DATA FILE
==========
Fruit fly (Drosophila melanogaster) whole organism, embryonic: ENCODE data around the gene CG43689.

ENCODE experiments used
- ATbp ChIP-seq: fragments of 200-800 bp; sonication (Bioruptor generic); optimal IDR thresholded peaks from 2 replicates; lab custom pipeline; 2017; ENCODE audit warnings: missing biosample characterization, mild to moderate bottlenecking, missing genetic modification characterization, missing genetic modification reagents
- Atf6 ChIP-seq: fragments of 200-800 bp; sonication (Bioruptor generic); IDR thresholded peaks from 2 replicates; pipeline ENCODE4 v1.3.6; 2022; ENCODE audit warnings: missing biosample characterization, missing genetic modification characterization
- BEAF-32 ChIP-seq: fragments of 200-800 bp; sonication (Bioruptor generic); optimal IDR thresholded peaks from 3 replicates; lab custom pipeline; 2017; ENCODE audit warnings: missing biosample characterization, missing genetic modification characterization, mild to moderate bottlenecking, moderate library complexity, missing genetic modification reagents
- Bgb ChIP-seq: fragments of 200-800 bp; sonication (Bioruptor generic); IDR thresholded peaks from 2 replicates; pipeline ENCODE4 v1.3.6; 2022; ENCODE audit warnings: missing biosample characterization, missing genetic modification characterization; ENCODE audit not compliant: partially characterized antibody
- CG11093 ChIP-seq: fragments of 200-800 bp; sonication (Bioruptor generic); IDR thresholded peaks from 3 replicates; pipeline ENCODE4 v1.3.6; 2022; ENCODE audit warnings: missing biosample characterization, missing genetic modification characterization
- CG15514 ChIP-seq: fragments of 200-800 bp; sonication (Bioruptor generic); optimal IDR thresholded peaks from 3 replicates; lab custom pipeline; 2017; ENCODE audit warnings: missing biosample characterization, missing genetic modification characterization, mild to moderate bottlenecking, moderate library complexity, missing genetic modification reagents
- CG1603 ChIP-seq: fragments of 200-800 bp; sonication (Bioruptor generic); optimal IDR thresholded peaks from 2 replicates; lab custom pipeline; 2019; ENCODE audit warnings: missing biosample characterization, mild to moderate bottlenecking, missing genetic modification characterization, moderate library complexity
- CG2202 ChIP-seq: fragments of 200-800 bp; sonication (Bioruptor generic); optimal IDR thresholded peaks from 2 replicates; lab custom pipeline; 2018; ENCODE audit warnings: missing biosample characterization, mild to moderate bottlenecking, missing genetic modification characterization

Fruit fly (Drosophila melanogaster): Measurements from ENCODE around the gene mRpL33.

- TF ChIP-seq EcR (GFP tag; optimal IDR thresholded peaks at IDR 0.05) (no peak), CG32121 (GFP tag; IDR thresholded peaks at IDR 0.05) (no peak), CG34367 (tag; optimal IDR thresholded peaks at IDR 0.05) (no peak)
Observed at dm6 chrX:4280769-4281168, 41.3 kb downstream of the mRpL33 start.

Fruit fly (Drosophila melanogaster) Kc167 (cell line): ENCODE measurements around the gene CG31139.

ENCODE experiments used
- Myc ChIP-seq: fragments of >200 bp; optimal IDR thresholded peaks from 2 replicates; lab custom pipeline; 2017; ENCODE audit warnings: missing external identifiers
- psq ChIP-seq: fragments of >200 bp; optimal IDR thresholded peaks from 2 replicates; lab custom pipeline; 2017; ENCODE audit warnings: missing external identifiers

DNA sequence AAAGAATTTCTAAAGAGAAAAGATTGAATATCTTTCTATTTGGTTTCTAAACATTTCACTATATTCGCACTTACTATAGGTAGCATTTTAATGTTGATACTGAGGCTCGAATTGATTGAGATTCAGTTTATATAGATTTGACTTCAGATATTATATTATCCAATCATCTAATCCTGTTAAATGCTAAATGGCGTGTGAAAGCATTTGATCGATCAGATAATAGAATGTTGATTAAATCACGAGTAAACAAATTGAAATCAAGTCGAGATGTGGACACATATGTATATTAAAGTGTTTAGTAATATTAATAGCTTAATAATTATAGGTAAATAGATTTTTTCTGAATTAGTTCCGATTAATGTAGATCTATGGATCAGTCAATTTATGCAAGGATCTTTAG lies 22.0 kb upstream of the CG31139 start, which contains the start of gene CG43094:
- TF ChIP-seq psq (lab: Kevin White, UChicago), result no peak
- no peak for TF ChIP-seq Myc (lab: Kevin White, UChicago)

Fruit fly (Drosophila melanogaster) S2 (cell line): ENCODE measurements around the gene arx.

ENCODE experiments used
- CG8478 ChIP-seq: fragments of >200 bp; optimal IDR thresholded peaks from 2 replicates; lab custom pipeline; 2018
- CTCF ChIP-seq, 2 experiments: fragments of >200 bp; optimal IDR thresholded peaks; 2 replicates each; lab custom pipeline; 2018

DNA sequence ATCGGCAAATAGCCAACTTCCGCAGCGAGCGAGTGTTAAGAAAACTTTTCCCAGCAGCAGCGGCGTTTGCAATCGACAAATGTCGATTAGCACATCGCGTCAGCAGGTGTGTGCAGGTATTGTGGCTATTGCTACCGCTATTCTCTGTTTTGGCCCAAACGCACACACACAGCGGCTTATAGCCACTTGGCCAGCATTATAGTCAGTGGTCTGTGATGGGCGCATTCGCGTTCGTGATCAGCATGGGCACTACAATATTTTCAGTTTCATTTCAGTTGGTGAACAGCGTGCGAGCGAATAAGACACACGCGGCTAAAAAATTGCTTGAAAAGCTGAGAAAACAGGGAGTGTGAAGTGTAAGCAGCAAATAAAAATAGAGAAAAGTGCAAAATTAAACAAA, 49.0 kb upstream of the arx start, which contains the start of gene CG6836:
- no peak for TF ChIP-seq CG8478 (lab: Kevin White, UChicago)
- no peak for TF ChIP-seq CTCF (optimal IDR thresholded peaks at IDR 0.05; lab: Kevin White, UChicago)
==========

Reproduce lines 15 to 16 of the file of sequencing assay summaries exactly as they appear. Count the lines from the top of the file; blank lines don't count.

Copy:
ENCODE experiments used
- Myc ChIP-seq: fragments of >200 bp; optimal IDR thresholded peaks from 2 replicates; lab custom pipeline; 2017; ENCODE audit warnings: missing external identifiers